Visit mahamusicfestival.com for more information.

This article appears in the July/August 2017 edition of Encounter.

 

Lauren Martin

Keeping Up With Kasher

February 3, 2017 by
Illustration by Derek Joy

Anyone who went to dances or homecoming festivities at Creighton Prep, Marian, Duchesne Academy, Cathedral, or other Omaha high schools from late-1989 through the early ’90s probably bounced their head to the beat of a cover band called The March Hares. At the time, no one realized they were witnessing one of the most original talents ever to come out of Omaha.

Tim Kasher,  “like most ragged teenage guitar players,” had already been bitten by the underground bug when he and four Prep mates, including Matt Maginn and Matt Oberst, older brother of future indie singer-songwriter Conor Oberst, formed the group. They performed covers of bands like The Clash, The Cure, and R.E.M. in public, while playing original music in one another’s basements.

“It was a good little business,” recalls Kasher fondly, from his home in Los Angeles. “We found what got us most excited and, instead of baseball, it was music.”

tim-kasherMore than 25 years later, music still gets the indie rocker excited and “out of bed every morning.”  He’s writing and recording original songs for his current bands, Cursive and The Good Life. He’s also using his degree in English from the University of Nebraska-Lincoln to write screenplays and, as always, testing the limits of his vocal cords.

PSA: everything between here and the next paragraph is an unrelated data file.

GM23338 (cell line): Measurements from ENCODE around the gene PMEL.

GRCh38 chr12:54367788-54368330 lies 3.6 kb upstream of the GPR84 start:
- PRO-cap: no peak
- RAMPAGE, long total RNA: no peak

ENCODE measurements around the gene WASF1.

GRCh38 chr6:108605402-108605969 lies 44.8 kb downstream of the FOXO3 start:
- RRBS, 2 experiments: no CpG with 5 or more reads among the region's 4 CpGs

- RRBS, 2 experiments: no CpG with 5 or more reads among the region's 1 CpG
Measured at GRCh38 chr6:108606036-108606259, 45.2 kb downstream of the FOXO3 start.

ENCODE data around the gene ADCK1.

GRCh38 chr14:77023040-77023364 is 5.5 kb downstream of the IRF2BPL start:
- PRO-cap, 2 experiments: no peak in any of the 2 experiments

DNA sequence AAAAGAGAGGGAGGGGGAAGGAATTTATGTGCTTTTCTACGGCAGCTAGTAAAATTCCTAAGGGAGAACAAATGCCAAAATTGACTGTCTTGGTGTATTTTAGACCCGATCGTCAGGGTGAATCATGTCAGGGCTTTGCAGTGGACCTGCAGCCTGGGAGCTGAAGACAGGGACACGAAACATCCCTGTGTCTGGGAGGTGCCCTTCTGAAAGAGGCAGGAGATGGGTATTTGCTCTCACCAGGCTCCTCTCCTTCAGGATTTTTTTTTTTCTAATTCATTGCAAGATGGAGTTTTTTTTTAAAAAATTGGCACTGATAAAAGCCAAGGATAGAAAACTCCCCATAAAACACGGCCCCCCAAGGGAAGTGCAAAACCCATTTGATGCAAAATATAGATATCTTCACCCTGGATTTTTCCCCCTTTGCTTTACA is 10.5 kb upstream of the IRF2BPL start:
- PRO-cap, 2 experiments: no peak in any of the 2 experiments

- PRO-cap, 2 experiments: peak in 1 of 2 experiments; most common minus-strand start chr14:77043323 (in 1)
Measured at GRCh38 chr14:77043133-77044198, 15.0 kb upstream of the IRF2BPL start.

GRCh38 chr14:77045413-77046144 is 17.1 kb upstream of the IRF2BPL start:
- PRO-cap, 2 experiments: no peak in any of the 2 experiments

“It’s definitely getting tougher to push the voice,” admits Kasher, 42, whose nasal and sometimes pitchy cries of anguish make his voice unmistakable. “I long to be 20 again, when I could scream as much as I wanted to. I can’t mistreat it now.”

Kasher will have to pace himself this spring when he goes on tour promoting a new solo album, his third. Titled No Resolution, the album comes out in March and, according to Kasher, features the lush sounds of strings, which he helped arrange.

True to form, Kasher wrote and directed a low-budget, feature-length film of the same name that uses all the songs from the album. “The film No Resolution is about a couple in their 30s who get engaged because she’s pregnant,” Kasher explains. “It’s set over New Year’s Eve, an appropriate backdrop to expose that the guy isn’t quite ready.”

Omahans saw an early edit of the film during the Omaha Film Festival last March. The final cut comes out this summer. Unlike many of his lyrics, the movie contains no autobiographical details. A happy and devoted Kasher married an editor at L.A. Weekly about one year ago. The couple live in the Silver Lake neighborhood, where they mingle with a sizeable group of Omaha transplants.
The musician’s private contentment hasn’t tempered his desire for professional independence. With the new year comes an announcement sure to send tremors through Omaha’s indie sphere: Kasher now has his own record label called 15 Passenger, a nod to an old touring van.

“The new album is on it. We also have all our master reels for Cursive, so we’re going to be releasing our back catalog, along with new stuff” he says. “We’re not planning on getting into the game of taking big gambles on new artists. Just self-releasing.”